The Pikes Peak races are more than just athletic competitions; they are community events that celebrate the spirit of mountain running. Volunteers, supporters, and fellow runners come together to create an atmosphere of camaraderie and mutual support in the pursuit of personal challenges. The sense of accomplishment and pride in conquering this monumental peak binds participants in a unique way from year to year. Yes, the Pikes Peak marathon is the longest continuous running marathon in the United States, with no interruptions or cancellations since 1956, in large part due to the incredible volunteer support system from Colorado Springs and Manitou Springs.
Looking Forward: A Legacy Continues
As mountain runners look ahead to future mountain races, the Pikes Peak Ascent and Marathon continues to draw them into the ultimate uphill challenge. Ascending 7,800' against the backdrop of one of Colorado's greatest mountain wonders is simply too enticing to ignore. With each passing year, new mountain runners join the finisher's ranks, volunteers pour out their hearts, and the locals come out of their Manitou bungalows to cheer on the racers. In addition, the support of Salomon and the Golden Trail World Series on the elite racing side will surely push Pikes Peak to new heights as a premiere race for future mountain running generations to tackle.
Start Line: The race begins in the picturesque town of Manitou Springs, situated at an elevation of 6,412 feet (1,920 meters) above sea level. Runners gather in the heart of this charming mountain town at 7 am sharp Saturday (Ascent) and Sunday (Marathon) for the starts, looking directly down Manitou Avenue into the heart of Pikes Peak.
Initial Ascent: From the start line, participants immediately face a gradual road climb up Ruxton Avenue, where they pass the iconic Pikes Peak Cog Railway; yes you can take a train to the top of the mountain! This initial section of the race is on paved roads, which wind their way through Manitou's quaint streets. As runners leave the town behind, they begin to feel the effects of the altitude and the vertical gain with every passing stride.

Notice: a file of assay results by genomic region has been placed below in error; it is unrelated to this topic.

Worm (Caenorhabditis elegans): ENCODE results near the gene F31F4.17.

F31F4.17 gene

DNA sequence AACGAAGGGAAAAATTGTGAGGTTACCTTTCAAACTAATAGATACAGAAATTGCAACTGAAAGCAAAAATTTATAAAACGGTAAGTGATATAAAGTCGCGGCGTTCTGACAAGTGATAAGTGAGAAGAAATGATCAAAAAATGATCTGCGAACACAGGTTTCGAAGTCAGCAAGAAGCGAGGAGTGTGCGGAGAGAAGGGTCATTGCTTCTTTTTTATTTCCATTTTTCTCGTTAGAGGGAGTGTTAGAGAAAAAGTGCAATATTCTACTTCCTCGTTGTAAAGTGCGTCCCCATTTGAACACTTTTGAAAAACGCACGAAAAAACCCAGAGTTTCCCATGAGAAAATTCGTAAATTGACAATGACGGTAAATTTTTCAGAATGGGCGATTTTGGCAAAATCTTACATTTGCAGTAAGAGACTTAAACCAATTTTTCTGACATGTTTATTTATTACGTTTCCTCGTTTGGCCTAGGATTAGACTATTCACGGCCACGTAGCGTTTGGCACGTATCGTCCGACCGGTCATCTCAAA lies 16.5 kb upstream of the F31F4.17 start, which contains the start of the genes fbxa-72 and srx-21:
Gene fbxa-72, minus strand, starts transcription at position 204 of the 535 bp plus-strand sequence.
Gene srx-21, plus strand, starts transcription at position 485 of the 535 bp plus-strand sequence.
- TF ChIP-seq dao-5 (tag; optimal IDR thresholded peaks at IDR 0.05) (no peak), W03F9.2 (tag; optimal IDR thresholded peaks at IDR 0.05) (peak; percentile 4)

Barr Trail: After leaving the pavement behind at 1.5 miles, runners transition onto the Barr Trail, a well-maintained and switchback-laden trail (the Ws) that stretches over the next 2 miles. The course then weaves for the next 6 miles (10 km) through dense forests of beautiful pine and aspen trees, offering occasional glimpses of spectacular mountain vistas.
America the Beautiful
Pikes Peak is named after Zebulon Pike, an American explorer who led an expedition to the area in the early 19th century. In 1806, Pike and his team were tasked with exploring the western portion of the Louisiana Purchase, which included what is now the southwestern United States. During this expedition, Pike and his group attempted to climb what is now known as Pikes Peak but were unable to reach the summit due to harsh winter conditions.
Despite not reaching the summit himself, Pike's accounts of the mountain and his exploratory efforts contributed to the mapmaking and knowledge of the American West. As a result, the mountain was named in his honor. It's worth noting that Pike never claimed the peak as his own; rather, it was named after him as a way of recognizing his role in the early exploration of the region.
The patriotic song, "America the Beautiful," lives on through the iconic Colorado 14er. In 1893, Katharine Lee Bates, a college professor and poet, visited Pikes Peak and was inspired by its beauty. She wrote the poem "Pikes Peak" while standing atop the mountain, which later became the lyrics for the patriotic song "America the Beautiful." This further cemented the mountain's status as a symbol of American natural beauty.